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Eurozone Slides Back Into Recession.

  • Written by Syndicated Publisher 299 Comments299 Comments Comments
    March 26, 2012

    Inquiring minds are digging into details of the latest Eurozone releases. The Markit Flash Eurozone PMI® says Eurozone slides back into recession as output falls at stronger rate in March

    Both manufacturing output and service sector activity contracted in March, showing the worst performances for three and four months respectively. However, in both cases, the rates of decline were only very modest.

    Output rose in Germany, but the rate of growth slowed to a three-month low to show only a marginal gain. Output meanwhile fell slightly in France for the first time in four months, and dropped sharply again in the rest of the region.

    • Flash Eurozone PMI Composite Output Index at 48.7 (49.3 in February). 3-month low.
    • Flash Eurozone Services PMI Activity Index at 48.7 (48.8 in February). 4-month low.
    • Flash Eurozone Manufacturing PMI at 47.7 (49.0 in February). 3-month low.
    • Flash Eurozone Manufacturing PMI Output Index at 48.8 (50.3 in February). 3-month low

    Eurozone PMI vs. GDP

    Core v. Periphery PMI Output Index

    Incoming new business fell for the eighth successive month, deteriorating at the fastest rate since December. Renewed declines in France and Germany were accompanied by a sharper rate of contraction elsewhere (on average). The rate of decline of new orders also exceeded that for output, causing backlogs of work to fall for the ninth successive month. This is likely to put further downward pressure on output levels in April.

    New orders fell at the fastest rate for three months in both manufacturing and services. Goods producers reported the steeper rate of decline, as falling domestic demand was exacerbated by a ninth consecutive monthly drop in new export orders.

    Companies cut employment levels for the third month in a row, contrasting with rising headcounts over the prior 20 months. The rate of job losses was only very modest, but nevertheless the highest for two years.

    Employment barely rose in Germany, contrasting with the strong growth seen throughout last year and showing the weakest increase for two years.

    Chris Williamson, Chief Economist at Markit said:
    “The Eurozone economy contracted at a faster rate in March, suggesting that the region has fallen back into recession, with output now having fallen in both the final quarter of last year and the first quarter of 2012. The downturn is only very mild at the moment, with the PMI signalling a drop in GDP of approximately 0.1-0.2%, and an upturn in business confidence in the service sector provides hope that conditions may improve again later in the year. However, firms are clearly focusing on cost reduction, with employment falling at the fastest rate for two years as inflows of new business continued to deteriorate, reflecting weak demand across the region.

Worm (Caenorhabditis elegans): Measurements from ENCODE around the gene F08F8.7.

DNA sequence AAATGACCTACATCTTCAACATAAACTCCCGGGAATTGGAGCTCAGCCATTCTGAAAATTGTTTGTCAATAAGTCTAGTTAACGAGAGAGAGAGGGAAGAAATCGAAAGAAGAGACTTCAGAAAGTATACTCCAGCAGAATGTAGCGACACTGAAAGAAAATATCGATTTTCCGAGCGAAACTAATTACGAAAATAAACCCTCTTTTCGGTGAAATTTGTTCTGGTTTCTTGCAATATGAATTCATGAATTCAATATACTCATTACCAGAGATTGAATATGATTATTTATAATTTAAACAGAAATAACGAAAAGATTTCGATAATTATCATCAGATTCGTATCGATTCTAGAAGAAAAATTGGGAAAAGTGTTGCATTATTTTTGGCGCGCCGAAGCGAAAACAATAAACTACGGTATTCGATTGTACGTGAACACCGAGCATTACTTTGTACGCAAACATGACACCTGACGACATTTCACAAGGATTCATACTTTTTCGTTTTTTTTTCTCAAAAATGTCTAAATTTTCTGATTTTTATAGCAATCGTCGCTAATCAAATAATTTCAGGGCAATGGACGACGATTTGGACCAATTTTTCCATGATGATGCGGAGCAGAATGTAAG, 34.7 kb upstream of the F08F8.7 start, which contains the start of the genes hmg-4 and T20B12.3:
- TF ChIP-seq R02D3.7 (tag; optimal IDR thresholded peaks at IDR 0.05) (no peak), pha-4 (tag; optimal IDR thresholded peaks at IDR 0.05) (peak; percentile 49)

“Even hiring in Germany has almost ground to a halt due to a further drop in new business, suggesting that the brief improvement in business conditions seen at the start of the year is running out of steam. French companies meanwhile reported a drop in activity for the first time in four months, and the first cut in staffing levels since last September. Germany and France look to have avoided a return to recession, but only by very narrow margins.

    Sharp Decline in German Export Business 

    Let’s now turn our focus on the vaunted German export machine. Please consider the Markit Flash Germany PMI®.

    • Flash Germany Composite Output Index at 51.4 (53.2 in February), 3-month low.
    • Flash Germany Services Activity Index at 51.8 (52.8 in February), 4-month low.
    • Flash Germany Manufacturing PMI at 48.1 (50.2 in February), 4-month low.
    • Flash Germany Manufacturing Output Index at 50.5 (53.9 in February), 3-month low.

    At 51.4 in March, down from 53.2 in February, the seasonally adjusted Markit Flash Germany Composite Output Index indicated only a marginal expansion of private sector business activity. Output growth has now been recorded for four months in a row, but the latest rise was the weakest since December 2011 and slower than the long-run survey average.

    March data pointed to a slight reduction in new business received by private sector companies in Germany. This renewed contraction in client demand means that total new work has now fallen in seven of the past eight months. The overall reduction was driven by a solid drop in manufacturing new orders, whereas service providers noted a modest expansion in March.